(Streaming video online conversation.........)

Brita Butler-Wall (Regarding the new Alt ed policy) "I do have one more comment to make about the school closure issue, and coming out of having worked with the Alternative Education Committee, we did pass a policy that defined Alternative education. Sometimes in the District Alternative Education sort of means K-8 structure because K-8 structure is an alternative to the K-5 structure, but we know from the Alternative ed committee that there is much deeper, more philosophical educational definition than that."

"So I guess in this talk of merging the two programs of Cooper and Pathfinder, one apparently from what parents were testifying may be a Traditional educational experience, versus Pathfinder being an Alternative educational experience. I love the idea of building of a new "3rd" school essentially, educationally but I would want to see that that was being done very carefully. I'm not sure myself exactly how that might work?" So I am looking forward to Ms. Santorno giving us an update on why she might think that that would actually work. If people know what type of educational model really works for their child, I don't think they are going to want to give it up in either direction. So I just really hope we get some more information on the academic changes."

(More discussion about video streaming..)

Michael DeBell "I appreciate your comments about merging programs of different pedagogies Cooper being more traditional and Pathfinder being more alternative. I would echo those same thoughts, but perhaps because Carla is new to the district and doesn't have the same depth of experience, hearing the two principals together might be very useful. I know that they are both talented people and probably since they will share that building for a year have a chance to do something organically that has great possibilities. And just as a follow up on building capacity I am getting a pretty clear sense that portables are a non-desirable outcome to this process. If we had a better understanding of how many classrooms are available and what is our real capacity rather than planning capacity is I think that would be very useful."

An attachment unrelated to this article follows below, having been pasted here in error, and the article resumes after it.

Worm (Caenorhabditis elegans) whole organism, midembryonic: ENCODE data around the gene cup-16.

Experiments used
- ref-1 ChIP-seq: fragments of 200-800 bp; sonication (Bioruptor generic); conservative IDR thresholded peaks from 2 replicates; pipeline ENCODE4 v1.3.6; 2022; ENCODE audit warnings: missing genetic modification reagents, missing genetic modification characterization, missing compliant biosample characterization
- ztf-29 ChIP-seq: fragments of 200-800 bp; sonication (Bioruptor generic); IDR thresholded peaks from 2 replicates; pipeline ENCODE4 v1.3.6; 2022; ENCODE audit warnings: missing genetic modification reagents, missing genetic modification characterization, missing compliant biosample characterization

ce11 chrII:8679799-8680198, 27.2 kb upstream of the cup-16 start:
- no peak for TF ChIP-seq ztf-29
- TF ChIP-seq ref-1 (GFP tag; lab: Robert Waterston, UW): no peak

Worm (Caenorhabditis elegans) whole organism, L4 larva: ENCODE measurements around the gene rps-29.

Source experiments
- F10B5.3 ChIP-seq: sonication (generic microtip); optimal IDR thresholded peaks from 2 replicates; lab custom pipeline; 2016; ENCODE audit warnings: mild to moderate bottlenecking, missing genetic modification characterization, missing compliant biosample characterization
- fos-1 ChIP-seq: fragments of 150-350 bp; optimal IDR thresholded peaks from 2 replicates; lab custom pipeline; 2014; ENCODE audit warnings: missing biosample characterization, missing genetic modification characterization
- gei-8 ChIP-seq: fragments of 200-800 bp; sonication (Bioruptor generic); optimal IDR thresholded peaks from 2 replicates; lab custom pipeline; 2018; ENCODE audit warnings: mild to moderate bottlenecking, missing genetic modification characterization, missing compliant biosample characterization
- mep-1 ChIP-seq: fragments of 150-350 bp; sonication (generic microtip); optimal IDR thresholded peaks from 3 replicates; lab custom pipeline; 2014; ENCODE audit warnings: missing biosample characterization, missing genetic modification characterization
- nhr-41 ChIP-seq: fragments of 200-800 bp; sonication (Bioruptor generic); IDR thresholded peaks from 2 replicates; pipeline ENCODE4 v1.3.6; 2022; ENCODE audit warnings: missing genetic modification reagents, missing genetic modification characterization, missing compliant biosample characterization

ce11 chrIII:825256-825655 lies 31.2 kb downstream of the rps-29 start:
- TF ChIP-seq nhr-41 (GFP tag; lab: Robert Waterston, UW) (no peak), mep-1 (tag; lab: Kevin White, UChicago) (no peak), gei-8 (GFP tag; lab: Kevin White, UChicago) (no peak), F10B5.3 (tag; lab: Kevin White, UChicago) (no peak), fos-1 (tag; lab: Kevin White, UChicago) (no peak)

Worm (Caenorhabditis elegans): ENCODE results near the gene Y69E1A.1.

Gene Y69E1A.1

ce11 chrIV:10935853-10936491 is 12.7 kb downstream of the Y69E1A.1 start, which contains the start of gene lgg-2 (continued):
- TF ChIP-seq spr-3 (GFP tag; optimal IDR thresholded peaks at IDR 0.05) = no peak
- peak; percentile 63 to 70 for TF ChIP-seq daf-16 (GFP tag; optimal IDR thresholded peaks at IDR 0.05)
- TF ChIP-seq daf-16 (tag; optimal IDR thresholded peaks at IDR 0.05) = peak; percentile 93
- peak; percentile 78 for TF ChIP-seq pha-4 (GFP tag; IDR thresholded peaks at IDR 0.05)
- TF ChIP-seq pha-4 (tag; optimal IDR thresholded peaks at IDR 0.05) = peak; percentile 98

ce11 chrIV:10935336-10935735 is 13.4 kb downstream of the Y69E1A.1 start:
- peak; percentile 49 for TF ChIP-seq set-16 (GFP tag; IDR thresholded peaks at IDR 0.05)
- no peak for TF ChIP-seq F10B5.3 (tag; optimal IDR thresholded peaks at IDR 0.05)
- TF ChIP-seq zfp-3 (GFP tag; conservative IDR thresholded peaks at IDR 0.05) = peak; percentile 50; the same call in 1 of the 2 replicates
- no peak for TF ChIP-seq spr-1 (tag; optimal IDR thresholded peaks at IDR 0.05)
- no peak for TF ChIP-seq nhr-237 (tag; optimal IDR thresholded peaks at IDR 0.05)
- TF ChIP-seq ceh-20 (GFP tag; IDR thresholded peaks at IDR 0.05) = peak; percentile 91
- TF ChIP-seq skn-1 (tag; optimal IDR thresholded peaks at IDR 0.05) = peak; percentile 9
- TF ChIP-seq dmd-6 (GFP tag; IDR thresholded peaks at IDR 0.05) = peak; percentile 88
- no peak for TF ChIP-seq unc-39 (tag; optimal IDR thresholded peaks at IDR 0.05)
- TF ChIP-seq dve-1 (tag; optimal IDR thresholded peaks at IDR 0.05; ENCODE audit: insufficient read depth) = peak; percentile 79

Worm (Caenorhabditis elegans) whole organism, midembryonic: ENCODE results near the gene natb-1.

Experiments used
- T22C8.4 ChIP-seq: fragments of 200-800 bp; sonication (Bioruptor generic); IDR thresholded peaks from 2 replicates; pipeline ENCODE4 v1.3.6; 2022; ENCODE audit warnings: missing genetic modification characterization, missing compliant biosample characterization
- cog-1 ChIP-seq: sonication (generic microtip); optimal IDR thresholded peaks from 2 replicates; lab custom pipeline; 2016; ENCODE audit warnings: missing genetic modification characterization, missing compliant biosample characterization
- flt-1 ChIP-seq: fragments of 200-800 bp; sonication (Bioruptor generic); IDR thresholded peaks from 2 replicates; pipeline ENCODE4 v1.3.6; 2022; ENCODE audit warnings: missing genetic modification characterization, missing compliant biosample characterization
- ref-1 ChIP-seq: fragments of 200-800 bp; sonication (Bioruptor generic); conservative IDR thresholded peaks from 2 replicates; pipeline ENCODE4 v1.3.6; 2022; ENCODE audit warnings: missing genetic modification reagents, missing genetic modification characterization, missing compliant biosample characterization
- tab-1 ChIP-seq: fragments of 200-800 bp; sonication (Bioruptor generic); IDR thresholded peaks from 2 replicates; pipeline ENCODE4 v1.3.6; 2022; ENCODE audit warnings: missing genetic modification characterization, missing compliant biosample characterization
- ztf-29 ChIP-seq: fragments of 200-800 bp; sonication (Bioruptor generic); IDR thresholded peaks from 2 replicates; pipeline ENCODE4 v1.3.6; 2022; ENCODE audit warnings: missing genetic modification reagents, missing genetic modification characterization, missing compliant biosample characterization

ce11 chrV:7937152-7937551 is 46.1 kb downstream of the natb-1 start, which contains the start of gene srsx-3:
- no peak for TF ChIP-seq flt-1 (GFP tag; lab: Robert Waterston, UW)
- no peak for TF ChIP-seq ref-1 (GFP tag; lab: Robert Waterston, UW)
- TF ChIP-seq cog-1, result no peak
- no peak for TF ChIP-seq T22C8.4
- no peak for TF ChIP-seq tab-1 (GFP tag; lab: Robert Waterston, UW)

Superintendent Manhas: "Our goal is to minimize, temporary but not for permanent until the school can get enrollment.. Especially in the case of Pathfinder and Cooper K-5's for some time coming together will give us that kind of (temporary) bulge."

"And onto the first one, definitely, as (we) I said I have met with the principals of these two schools. I know they are different programs, and we are trying to bring them together. The idea is.. what you said Dr. Butler-Wall is maintain the idea focus of the Alternative schools. And also I talked to the Director there, Ruth Metzker, that she and the principal and the community there have been kind of looking at their, what kind of alternative program they have there, and some soul searching was going on already. So I think it a wise opportunity with the different set of students and principals to kind of join forces and come up what is best for the combined student body there, that is the whole idea there."

********************
Add to that Peter Daniels' comments in a West Seattle Herald article today that "The two programs should be able to coexist in the Cooper building," and you can understand why people are confused!

*******
And, thanks to Amy D-D, here's the link to watch and listen to the whole Board meeting and see what you think.

Monday, September 25, 2006

The Importance of Quality Neighborhood Schools

At the public hearing on Phase II last Thursday, the turnout from both Roxhill and Cooper was impressive. Parents, teachers and children spoke passionately about the importance of those schools to their communities.

One Roxhill parent, speaking through an interpreter, got laughs from the crowd when he asked why the district, which is trying to cut back on transportation costs, would close a school to which many kids walk, and then have to pay to put them on buses to go somewhere else.